Discovering Lima’s Grandeur
From Newark’s Liberty International Airport, an eight-hour flight takes you to Jorge Chávez International Airport in western Lima, a bustling city of nine million sprawling along the Pacific, backed by the Andes. After a late-evening arrival, take a 35-minute taxi ride southeast to San Isidro or Miraflores, side-by-side luxury-hotel districts along the Pacific’s Costa Verde.
In San Isidro, four-star Hotel Atton (www.atton.com) has 252 contemporary rooms in black and white with pale wood accents, a sunny dining room and an outdoor pool. Doubles start at $129. The 1920s Country Club Hotel (www.hotelcountry.com), facing the 18-hole Lima Golf Club, has Spanish Colonial-style rooms starting at $199. In cliffside Miraflores, the Orient-Express Miraflores Park Hotel (www.miraflorespark.com) charms with a spa, Japanese fusion restaurant, and suites starting at $320.
The next morning, head northwest to the heart of the city, El Centro, or the Cercado. Taxis are cheap and plentiful, but only a third are licensed, so look for windshield medallions, or ask your hotel clerk to call a registered cab. Otherwise, hop aboard the Metropolitano, the natural gas-powered bus system that debuted in 2010, or El Tren Eléctrico, the Metro whose Line 1 was completed in 2012.
A grid of plazas and squares, dotted with fountains and historic churches, El Centro is a UNESCO World Heritage Site. Known as “Pizarro’s Checkerboard,” it was laid out by Spanish conquistador Francisco Pizarro who founded the city in 1535. Rich in gold and silver from nearby mines, Lima became Peru’s Viceroyalty, holding sway over Spain’s South American colonies for nearly three centuries.
At El Centro’s southern end and ringed by graceful European-style arcades, Plaza San Martín is dominated by an equestrian statue of Argentinean general José de San Martín, who liberated Peru in 1821. Stroll north along broad Jirón de la Unión whose ornate Belle Epoque buildings house clothing shops and casual eateries. At 16th-century Basilica of La Merced, gawk at the highly carved baroque facade and phantasmagorically gilded chapels.
Several blocks away, at Plaza de Armas, the main square, Pizarro’s ashes rest for eternity in Lima Cathedral, with its lavish gold-plated main altar, while outside Government House, the Changing of the Guard is held each day at noon. Several blocks west, at the Church of Santo Domingo, arcades adorned with 17th-century Sevillian tiles surround a flowery courtyard with a tinkling fountain. The lofty cupola, with huge copper bells, offers fabulous city views. East, at the Convent Church of San Francisco, tour spooky underground catacombs.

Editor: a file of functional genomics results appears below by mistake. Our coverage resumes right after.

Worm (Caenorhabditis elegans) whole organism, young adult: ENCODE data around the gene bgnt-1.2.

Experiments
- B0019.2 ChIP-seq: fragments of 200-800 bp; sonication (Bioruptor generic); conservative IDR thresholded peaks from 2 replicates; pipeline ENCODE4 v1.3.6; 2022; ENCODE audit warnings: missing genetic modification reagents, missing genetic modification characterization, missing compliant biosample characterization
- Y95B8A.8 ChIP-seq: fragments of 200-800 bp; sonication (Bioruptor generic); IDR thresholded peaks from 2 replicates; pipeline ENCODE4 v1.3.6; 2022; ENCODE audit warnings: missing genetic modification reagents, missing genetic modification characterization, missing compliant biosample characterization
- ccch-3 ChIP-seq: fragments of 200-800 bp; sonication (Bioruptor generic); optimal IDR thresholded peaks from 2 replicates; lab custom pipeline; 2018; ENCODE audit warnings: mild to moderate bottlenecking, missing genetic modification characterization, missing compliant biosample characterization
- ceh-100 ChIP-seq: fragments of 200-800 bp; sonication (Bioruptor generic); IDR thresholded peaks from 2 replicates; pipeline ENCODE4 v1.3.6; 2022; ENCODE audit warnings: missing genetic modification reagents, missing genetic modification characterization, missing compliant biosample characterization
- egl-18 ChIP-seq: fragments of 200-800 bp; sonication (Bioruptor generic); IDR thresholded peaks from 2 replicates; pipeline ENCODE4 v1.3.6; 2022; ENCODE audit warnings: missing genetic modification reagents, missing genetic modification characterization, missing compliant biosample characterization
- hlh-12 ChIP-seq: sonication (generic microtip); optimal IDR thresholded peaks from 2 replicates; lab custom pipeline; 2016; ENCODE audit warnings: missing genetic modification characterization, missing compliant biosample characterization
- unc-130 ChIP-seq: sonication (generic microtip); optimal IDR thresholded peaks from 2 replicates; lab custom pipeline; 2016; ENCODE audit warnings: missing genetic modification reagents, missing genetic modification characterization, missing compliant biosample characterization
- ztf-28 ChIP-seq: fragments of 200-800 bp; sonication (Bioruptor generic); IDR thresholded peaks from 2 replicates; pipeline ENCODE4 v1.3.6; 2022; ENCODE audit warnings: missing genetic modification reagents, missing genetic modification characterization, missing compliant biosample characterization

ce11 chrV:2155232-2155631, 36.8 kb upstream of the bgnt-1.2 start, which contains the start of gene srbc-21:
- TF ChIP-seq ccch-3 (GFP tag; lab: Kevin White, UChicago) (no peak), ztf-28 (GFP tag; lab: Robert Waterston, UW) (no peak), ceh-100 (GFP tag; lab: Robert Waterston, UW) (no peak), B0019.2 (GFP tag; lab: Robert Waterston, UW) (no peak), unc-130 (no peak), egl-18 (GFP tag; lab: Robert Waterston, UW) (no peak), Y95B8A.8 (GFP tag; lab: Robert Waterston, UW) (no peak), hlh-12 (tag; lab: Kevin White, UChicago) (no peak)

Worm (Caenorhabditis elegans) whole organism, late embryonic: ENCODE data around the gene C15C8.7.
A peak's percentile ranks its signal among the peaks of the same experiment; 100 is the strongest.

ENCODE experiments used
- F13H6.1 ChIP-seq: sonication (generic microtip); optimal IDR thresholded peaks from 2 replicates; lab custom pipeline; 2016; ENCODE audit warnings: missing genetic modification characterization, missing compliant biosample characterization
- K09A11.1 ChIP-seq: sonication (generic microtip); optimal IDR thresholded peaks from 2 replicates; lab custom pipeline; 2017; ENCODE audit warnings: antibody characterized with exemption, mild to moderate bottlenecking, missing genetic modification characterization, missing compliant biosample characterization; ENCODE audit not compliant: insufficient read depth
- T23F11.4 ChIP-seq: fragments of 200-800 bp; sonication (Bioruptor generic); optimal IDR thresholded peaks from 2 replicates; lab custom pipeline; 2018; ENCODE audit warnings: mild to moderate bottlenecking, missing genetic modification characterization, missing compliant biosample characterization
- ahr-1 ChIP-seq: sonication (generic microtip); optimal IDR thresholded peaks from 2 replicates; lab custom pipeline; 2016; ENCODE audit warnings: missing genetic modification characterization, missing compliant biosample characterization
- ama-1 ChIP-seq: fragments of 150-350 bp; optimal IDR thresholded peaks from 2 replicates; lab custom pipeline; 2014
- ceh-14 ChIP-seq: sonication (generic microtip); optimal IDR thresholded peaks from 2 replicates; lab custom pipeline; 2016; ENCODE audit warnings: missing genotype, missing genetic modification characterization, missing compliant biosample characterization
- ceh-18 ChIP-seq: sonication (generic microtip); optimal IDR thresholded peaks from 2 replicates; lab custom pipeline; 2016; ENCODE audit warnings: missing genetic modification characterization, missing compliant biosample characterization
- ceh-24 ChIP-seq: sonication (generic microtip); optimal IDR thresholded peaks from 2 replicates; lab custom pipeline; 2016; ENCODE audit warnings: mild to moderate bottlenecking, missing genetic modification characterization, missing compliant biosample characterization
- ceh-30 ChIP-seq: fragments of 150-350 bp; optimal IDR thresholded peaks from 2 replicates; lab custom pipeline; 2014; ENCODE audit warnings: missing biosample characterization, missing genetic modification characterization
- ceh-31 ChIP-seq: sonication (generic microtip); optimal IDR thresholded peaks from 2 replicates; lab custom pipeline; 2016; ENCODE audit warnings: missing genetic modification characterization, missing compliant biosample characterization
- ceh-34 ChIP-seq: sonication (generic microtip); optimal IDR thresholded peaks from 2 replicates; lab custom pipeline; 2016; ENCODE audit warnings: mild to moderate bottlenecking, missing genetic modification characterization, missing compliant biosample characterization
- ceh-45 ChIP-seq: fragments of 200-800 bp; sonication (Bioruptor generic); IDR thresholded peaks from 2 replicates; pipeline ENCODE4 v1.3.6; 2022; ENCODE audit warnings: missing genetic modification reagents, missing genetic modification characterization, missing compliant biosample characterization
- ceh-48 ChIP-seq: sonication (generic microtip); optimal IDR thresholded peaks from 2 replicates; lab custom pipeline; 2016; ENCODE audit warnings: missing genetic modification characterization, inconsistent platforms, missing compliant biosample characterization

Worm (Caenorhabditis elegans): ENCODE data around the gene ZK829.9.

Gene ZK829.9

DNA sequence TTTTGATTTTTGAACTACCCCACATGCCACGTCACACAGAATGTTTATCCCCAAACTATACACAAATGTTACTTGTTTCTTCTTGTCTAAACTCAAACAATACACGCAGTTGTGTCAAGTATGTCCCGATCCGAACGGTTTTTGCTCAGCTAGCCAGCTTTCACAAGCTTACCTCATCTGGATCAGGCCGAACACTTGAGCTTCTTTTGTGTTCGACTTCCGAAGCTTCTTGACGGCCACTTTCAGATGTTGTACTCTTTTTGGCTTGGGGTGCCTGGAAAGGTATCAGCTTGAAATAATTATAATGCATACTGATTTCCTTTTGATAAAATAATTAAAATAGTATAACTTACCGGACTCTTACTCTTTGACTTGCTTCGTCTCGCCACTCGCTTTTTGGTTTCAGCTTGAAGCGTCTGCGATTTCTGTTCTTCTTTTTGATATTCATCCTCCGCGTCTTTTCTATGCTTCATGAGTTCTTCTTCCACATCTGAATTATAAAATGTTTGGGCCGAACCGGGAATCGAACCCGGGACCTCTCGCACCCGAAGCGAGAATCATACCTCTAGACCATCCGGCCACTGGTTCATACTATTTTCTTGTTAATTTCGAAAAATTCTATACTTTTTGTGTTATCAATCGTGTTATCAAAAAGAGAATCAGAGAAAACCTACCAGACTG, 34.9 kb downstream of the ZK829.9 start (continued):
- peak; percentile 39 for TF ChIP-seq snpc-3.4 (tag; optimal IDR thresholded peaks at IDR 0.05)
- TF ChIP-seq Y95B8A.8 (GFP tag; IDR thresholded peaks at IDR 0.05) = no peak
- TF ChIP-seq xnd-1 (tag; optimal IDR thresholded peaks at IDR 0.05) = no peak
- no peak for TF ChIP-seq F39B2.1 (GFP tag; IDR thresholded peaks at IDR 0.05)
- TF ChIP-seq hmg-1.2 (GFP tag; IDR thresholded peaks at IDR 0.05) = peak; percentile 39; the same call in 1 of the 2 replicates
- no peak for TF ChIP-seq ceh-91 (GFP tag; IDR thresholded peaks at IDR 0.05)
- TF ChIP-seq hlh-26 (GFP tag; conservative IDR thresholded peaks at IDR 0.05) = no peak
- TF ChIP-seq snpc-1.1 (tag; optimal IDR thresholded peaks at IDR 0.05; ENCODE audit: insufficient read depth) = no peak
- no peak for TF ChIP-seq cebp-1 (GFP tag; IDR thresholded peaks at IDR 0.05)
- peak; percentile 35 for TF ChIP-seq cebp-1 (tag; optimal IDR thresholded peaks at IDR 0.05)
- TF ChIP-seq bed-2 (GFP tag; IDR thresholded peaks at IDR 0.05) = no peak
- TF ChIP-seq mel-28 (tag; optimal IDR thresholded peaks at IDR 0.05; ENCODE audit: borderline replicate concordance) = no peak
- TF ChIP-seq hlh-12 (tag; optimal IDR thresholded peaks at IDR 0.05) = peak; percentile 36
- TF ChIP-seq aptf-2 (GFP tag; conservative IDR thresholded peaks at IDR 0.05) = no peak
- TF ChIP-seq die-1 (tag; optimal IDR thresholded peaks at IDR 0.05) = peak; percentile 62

Steps away, Limeños gather in Bar Cordano, circa 1905, where lithe waiters in black vests glide through a sea of small wooden tables as ceiling fans whirr overhead. Order Peru’s signature drink, the lime-infused pisco sour, topped with frothy egg white, or a chilcano, with pisco, lime and ginger ale.
Lima is also famous for fusion cuisine, a blend of European, Asian and South American influences. East of El Centro, in the Barrio China, perhaps South America’s largest Chinatown, try Chinese-Peruvian cuisine in tiny eateries called chifas. South in Miraflores, the terrace of elegant Huaca Pucllana (www.resthuacapucllana.com) overlooks a huaca, or ancient adobe ceremonial site, predating Machu Picchu by four millennia. Order a nuevo cocina peruana fusion dish like fried shrimp in quinoa crust with soy and sesame sauce, or a traditional criollo favorite like tacu tacu, paper-thin steak topped with a fried egg, and served with beans and fried plantains.
The Paracas Reserve and the Pisco Trail
After a few days exploring Lima’s churches and museums, make the 3 to 4-hour drive 166 miles south along the Pacific, via the well-paved South Pan-American Highway, to Paracas. Check into La Hacienda Bahía Paracas (www.hoteleslahacienda.com), a sprawling country inn with 87 swim-up pool rooms and balconied upstairs rooms, a terraced restaurant, and a long sandy beach, strewn with kayaks, on pristine Paracas Bay.
The 800,000-acre Paracas National Reserve, Peru’s only marine preserve, includes a coastal desert and peninsula with over a hundred ancient archeological sites. But the visit’s highlight is a two-hour cruise across Paracas Bay. En route you’ll pass El Candelabro, a 600-foot-high geoglyph in the shape of a candlestick. At the craggy Islas Ballestas, known as the “Baby Galapagos,” flocks of cormorants, condors and Peruvian diving petrels wheel overhead while sea lions roil atop the rocks, and blue-footed boobies and Humboldt penguins toddle over the rocky terrain.
From Paracas, a 75-minute drive inland takes you to Ica where pisco has been distilled for 300 years. At Hacienda La Caravedo, built in 1684 and the oldest distillery in the Americas, take the fascinating tour and tasting at the Pisco Portón (www.piscoporton.com) facilities. Then lunch in nearby Fundo Tres Esquinas at La Olla de Juanita whose owners run the Bodega Tres Generaciones distillery, founded in 1856. Do as the locals do: Order a pisco sour or icy beer, then dig into criollo-style duck in spicy cheese sauce or grilled fish fresh from the Pacific.
For nonstop flights to Lima from the New York area, contact American (www.aa.com) and United (www.united.com). Nonstop flights are also available from Atlanta, Houston, Los Angeles and Miami. For information on Peru, log on to www.peru.travel